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Identity Of Women In Shelley's Frankenstein, Bronte's Jane Eyre, And Eliot's The Mill On The Floss

1473 words - 6 pages

Identity of Women in Shelley's Frankenstein, Bronte's Jane Eyre, and Eliot's The Mill on the Floss

George Eliot is quoted as stating: "A woman's hopes are woven of sunbeams; a shadow annihilates them" (Miner 473). To extend this notion, Jean Giraudoux in Tiger at the Gates, states "I have been a woman for fifty years, and I've never been able to discover precisely what it is I am" (474). These two statements are related to each other because they express, in large part, the dilemma facing Mary Shelley, Charlotte Brontë, and George Eliot as they set out to write fictional manuscripts. Giraudoux may not be able to define "female" even though she herself is a woman, because a "shadow has annihilated" the hopes she might have had in achieving completeness as a human. Her femaleness has been stifled by culture and history and she is left wondering who and what she is. Shelley, Brontë, and Eliot each deal with the complexity of female identity in their respective texts: Frankenstein, Jane Eyre, and The Mill on the Floss.

All three novels parallel in respect to the image of mirrors, and the obvious implications of mirrors and their ability to reflect their observer. In Frankenstein, the monster looks into a pool and in relating the incident to Victor, says "when I became fully convinced that I was in reality the monster that I am, I was filled with the bitterest sensations of despondence and mortification" (76). Likewise, Jane Eyre views herself in a looking-glass and sees that her reflection is "colder and darker in that visionary hollow than in reality" (26). Eliot's Maggie Tulliver is so ashamed of herself that she refuses to look at who she is and inverts her mirror, thus proclaiming that her reflection, as she views it within her mind, does not exist (312).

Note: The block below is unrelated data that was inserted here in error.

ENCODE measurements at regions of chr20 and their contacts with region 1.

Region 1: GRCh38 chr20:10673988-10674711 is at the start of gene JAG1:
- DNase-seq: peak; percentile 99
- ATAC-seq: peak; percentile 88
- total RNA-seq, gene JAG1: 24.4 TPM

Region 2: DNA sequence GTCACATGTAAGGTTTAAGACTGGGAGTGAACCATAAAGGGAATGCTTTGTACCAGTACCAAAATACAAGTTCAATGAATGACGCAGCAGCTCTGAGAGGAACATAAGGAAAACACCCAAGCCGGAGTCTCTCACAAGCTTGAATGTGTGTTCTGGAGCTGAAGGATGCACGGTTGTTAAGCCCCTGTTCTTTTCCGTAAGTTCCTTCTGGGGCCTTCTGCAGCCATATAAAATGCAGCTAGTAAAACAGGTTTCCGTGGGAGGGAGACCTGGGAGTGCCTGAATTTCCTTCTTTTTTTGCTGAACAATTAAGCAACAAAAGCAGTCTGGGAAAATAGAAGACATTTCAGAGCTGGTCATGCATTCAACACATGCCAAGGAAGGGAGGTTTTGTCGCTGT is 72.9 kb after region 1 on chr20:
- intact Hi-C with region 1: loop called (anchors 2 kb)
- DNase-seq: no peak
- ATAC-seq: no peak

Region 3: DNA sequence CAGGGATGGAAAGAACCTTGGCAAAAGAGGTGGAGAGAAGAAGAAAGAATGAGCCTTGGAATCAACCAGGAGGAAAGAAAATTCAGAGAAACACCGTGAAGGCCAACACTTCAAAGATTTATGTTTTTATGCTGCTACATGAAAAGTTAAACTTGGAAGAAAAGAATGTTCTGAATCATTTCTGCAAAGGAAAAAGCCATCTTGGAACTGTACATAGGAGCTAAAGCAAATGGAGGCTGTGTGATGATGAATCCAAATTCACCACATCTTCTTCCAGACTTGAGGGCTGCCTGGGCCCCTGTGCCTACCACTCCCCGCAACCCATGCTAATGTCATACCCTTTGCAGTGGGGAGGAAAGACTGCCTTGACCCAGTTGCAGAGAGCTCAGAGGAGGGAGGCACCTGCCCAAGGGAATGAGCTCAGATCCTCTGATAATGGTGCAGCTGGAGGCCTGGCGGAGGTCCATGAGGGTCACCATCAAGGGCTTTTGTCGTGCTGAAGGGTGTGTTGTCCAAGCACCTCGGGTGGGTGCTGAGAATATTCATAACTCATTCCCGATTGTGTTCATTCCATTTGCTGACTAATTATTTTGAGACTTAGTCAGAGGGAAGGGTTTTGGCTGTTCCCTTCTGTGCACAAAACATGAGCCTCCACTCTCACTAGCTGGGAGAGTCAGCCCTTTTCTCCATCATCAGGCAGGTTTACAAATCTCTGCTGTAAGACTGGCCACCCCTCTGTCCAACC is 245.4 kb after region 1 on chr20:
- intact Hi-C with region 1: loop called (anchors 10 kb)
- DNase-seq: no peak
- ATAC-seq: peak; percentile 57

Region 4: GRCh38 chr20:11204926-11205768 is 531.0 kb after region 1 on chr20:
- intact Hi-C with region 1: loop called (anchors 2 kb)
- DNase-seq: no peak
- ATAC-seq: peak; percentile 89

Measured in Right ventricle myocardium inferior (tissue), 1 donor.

Although Shelley describes her monster as a male, the dilemmas [he] deals with are the product of a female's alienation (specifically through the female reality of the author). He is created by Shelley to bear the weight of her personal feelings of loss in a male world and of being defined by men; thus the monster is defined as a male. His "despondency" is the result of Shelley realizing the molding of a male culture on her female uniqueness, and in result sees herself not as a unique female individual, but a formed, boxed-in creature; she realizes "the monster that I am."

Jane, speaking for Charlotte, looks at herself in a mirror, rather than through a screen of definitions men have created in regard to her. She ignores the limiting stories, and sees how cold and dark it is to be true to the female qualities within her body. Being true to the qualities means "coldness" and "darkness"; words reminiscent of aloneness, and these are harsher than dealing with viewing herself within the portrait of reality: in a male-dominated society, containing males who create the role she must live.

Lastly, Maggie looks at an inverted mirror, described as a "square looking-glass" [emphasis my...

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